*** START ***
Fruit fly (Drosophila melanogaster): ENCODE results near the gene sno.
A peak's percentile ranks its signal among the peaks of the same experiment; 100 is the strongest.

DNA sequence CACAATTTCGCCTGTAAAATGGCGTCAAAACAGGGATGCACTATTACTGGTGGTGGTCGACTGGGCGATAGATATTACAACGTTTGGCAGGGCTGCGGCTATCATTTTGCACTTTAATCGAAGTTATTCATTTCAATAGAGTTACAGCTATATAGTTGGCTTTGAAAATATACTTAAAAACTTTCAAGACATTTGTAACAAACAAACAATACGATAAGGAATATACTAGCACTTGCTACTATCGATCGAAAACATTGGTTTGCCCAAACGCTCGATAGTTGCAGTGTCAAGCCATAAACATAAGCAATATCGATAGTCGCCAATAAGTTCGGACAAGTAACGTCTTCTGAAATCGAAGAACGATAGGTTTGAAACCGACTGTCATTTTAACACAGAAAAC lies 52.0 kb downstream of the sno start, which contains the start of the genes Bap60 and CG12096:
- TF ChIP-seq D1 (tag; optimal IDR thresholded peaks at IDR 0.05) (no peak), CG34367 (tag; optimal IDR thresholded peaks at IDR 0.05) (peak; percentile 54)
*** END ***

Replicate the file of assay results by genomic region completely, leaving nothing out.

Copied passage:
Fruit fly (Drosophila melanogaster): ENCODE results near the gene sno.
A peak's percentile ranks its signal among the peaks of the same experiment; 100 is the strongest.

DNA sequence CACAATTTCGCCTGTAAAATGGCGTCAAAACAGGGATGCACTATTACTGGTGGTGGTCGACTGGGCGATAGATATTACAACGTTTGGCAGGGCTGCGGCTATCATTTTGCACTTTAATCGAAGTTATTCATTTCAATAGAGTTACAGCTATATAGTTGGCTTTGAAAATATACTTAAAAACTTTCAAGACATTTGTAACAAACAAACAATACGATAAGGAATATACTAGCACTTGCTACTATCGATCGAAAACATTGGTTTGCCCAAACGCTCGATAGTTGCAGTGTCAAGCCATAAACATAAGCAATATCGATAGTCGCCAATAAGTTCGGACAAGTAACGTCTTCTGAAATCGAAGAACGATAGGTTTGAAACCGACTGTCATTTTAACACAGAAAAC lies 52.0 kb downstream of the sno start, which contains the start of the genes Bap60 and CG12096:
- TF ChIP-seq D1 (tag; optimal IDR thresholded peaks at IDR 0.05) (no peak), CG34367 (tag; optimal IDR thresholded peaks at IDR 0.05) (peak; percentile 54)